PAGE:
Norwegian multi-instrumentalist and extreme metal extraordinaire Ihsahn originally released his EPs Telemark and Pharos last year with grand plans for special performances to explore their themes in the live environment. Sadly that didn’t come to pass, so instead he set to working on a new way to bring these to an audience. What transpired was an intimate livestreamed performance from his hometown Notodden, featuring both EPs played in full along with some deeper cuts.
Opening with the much softer pop-rock of Pharos than the more abrasive work he’s better known for is as bold an artistic statement as they come, even considering that Ihsahn has now spent the better part of his career pushing the boundaries of black metal to almost unrecognisable pastures. Tonight, though, is different. He’s softly-spoken, almost self-deprecating, talking about the EP as his “attempt at pop-rock” before launching into ‘Losing Altitude’.
He’s joined, as ever, by his longtime backing band, made of up guitarist Øystein Landsverk sat next to him initially with drummer Tobias Ørnes Andersen (drums) and keyboard player Øystein Aadland - who Ihsahn later jokes “we’ll make a Telemark guy out of you yet!” given he’s the only member not from the town of Telemark. It’s a tight performance with them all clad entirely in black. It’s understated and the performance of Pharos, which is played in tracklist order, has fairly minimalist lighting.
Opening with softer material is clearly the kind of subversion of expectations he revels in, though and it becomes apparent very quickly that despite the unusual setting, Ihsahn is most in his element onstage. He’s joined by brother in law Einar Solberg of Leprous for their cover of “the pioneers from Norway”, A-HA’s ‘Manhattan Skyline’ where the latter’s occasional glances at the lyric sheet only serve to enhance the feeling of intimacy and closeness.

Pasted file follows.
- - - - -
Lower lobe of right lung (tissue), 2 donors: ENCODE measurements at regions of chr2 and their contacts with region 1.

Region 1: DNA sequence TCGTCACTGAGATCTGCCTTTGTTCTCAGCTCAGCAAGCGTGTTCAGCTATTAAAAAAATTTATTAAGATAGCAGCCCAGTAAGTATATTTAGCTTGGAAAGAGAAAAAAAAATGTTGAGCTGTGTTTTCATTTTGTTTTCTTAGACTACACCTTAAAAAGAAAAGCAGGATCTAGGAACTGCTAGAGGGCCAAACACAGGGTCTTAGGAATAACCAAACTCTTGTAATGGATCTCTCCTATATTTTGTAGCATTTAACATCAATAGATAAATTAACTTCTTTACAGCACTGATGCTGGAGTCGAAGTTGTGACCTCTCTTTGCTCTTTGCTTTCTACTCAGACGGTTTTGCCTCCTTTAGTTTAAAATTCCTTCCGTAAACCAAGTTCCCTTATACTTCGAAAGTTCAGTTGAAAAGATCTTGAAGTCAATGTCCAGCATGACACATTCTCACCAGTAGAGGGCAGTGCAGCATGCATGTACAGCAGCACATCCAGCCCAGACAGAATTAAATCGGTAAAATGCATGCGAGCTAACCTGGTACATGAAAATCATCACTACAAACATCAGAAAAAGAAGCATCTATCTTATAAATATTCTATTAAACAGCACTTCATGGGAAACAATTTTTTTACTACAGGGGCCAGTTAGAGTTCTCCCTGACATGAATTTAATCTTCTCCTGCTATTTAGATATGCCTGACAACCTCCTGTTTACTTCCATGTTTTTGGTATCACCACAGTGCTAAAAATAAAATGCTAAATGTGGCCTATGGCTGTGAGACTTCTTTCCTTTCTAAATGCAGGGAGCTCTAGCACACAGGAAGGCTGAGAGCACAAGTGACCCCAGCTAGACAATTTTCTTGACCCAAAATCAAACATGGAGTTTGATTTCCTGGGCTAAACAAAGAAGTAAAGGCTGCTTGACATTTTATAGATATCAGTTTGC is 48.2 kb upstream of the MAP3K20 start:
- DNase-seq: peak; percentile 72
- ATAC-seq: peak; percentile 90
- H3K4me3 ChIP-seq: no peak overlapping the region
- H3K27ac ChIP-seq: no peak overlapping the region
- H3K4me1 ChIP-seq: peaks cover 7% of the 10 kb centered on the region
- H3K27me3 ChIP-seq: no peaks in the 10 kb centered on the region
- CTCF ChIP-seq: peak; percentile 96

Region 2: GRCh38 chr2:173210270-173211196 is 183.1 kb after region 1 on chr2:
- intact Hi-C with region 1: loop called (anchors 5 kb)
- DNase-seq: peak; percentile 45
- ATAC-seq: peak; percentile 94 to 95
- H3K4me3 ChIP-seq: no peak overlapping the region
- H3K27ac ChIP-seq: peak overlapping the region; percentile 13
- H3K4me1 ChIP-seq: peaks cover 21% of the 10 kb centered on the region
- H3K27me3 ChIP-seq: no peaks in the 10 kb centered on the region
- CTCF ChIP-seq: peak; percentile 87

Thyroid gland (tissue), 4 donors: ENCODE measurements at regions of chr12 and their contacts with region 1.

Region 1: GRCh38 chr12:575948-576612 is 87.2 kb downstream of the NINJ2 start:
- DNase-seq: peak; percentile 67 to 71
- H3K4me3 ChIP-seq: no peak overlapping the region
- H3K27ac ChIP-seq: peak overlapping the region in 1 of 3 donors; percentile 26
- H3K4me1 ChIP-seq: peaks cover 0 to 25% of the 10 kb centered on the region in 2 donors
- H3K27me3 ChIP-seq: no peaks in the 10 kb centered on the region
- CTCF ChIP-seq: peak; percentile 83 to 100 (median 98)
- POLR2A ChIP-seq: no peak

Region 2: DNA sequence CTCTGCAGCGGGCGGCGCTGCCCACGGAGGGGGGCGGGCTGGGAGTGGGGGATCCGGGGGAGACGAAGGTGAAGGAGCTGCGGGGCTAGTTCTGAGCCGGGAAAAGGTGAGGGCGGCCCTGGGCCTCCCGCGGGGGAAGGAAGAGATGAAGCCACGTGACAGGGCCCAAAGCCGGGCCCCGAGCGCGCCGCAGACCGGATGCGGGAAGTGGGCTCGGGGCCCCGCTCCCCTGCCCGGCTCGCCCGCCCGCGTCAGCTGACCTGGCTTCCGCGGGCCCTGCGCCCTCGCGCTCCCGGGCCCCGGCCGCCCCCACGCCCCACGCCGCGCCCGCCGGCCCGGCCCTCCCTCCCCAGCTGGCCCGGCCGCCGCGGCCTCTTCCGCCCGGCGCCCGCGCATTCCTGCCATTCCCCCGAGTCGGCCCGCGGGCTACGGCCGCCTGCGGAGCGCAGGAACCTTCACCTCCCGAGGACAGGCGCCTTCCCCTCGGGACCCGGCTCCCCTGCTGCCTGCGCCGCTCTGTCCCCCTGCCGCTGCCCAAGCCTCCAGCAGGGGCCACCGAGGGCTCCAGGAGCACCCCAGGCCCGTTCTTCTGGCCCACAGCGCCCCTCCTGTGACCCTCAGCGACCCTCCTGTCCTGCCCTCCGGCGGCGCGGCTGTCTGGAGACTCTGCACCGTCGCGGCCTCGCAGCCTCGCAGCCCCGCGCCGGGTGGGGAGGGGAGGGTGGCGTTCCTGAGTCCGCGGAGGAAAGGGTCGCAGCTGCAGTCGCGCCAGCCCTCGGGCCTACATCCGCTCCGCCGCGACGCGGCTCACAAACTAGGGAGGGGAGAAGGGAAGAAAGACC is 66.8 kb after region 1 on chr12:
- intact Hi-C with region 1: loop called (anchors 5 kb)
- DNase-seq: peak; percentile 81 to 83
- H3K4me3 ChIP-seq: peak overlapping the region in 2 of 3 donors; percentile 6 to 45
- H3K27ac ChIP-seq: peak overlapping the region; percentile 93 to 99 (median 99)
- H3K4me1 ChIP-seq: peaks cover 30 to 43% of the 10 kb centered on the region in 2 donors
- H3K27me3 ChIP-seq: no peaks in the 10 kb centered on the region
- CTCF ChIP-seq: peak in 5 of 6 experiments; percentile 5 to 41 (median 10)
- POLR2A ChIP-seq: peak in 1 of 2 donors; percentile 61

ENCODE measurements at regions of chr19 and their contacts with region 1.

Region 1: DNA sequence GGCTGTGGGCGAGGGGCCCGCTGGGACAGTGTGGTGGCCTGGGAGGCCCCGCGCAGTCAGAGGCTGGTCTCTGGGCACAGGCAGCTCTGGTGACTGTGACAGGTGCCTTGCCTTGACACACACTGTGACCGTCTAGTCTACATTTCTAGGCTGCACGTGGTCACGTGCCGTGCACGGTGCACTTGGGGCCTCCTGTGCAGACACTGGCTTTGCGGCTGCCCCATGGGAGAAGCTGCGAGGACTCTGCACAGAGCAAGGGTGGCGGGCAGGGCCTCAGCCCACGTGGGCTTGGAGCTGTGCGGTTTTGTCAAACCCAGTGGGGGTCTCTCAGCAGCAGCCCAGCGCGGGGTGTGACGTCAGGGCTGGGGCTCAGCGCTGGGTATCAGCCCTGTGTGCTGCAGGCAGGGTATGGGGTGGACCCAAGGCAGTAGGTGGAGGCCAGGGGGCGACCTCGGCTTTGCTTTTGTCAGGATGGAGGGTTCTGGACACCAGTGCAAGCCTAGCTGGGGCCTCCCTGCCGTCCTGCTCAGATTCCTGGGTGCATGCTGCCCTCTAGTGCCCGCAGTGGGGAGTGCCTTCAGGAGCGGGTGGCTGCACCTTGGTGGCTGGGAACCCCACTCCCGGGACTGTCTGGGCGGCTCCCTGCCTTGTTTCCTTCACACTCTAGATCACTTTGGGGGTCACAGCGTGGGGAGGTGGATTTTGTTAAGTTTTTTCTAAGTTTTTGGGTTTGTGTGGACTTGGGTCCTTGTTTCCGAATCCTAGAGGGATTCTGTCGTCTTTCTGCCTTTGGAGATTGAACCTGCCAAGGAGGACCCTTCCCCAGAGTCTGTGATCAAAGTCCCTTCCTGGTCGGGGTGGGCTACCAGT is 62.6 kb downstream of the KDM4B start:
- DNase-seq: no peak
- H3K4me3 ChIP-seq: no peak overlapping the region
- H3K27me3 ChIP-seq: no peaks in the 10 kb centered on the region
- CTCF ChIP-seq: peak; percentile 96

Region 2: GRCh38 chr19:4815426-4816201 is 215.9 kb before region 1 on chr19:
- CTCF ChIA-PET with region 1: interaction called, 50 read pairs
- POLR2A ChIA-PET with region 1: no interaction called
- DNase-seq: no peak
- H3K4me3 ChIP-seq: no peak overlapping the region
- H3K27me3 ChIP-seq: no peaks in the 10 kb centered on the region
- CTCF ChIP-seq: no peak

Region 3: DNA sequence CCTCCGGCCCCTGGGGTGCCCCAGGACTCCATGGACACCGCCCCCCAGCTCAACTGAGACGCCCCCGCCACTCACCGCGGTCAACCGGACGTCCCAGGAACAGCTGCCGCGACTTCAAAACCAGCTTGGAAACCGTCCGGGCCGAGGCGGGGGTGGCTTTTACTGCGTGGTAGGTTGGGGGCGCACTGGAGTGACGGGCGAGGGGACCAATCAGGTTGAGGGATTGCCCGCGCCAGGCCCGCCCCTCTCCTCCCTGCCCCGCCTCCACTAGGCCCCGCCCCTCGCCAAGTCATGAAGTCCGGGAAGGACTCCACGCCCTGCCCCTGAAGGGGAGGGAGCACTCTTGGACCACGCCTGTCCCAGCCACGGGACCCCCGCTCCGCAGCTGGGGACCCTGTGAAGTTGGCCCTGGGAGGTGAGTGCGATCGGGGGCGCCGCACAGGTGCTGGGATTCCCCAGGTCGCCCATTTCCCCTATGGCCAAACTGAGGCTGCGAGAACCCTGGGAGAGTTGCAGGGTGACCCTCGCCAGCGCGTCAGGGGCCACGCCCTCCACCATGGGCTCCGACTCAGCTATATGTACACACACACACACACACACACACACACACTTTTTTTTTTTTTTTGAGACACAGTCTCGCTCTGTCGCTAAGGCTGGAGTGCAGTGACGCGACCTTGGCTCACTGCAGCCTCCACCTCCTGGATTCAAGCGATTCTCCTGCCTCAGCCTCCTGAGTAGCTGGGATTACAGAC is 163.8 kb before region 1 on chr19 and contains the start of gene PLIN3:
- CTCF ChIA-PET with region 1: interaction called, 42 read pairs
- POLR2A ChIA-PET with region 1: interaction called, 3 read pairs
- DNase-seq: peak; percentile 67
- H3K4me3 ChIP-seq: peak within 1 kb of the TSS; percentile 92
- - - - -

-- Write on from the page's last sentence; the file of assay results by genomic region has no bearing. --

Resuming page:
Tonight’s stream is very much a showcase of the mind-boggling range Ihsahn covers both vocally and stylistically. From the softer material of Pharos we’re then taken on a detour into Das Seelenbrechen, with two songs from the record (‘Hilber’ and ‘Pulse’) seeing a live airing. It’s at this point that they shift from the more intimate seated opening and into the more typical standing performance and lighting also shifts to emphasise the more progressive atmospheres of the work.
Last but certainly not least is the material from the first EP released in 2020, Telemark, an ode to the titular town he grew up in. This section of the show opens with rousing renditions of the Lenny Kravitz and Iron Maiden covers (‘Rock and Roll is Dead’ and ‘Wrathchild’ respectively) which - let’s be honest here - likely nobody else could get away with playing one after the other. But given the Ihsahn treatment, it somehow feels far more natural than you’d expect.
Telemark remains likely the closest thing to new Emperor material fans will see (bar the covers) but it’s an updating, rather than a rehashing, of second-wave black metal that takes everything Ihsahn has learned in the decades since and filters it through a stripped-back recounting of his upbringing in Telemark itself. As the evening draws to its conclusion with the title track itself and the stream fades out (though obviously not for the roughly twenty people lucky enough to be in attendance), we’re left with a reminder of just how expansive and excellent Ihsahn’s musical repertoire is.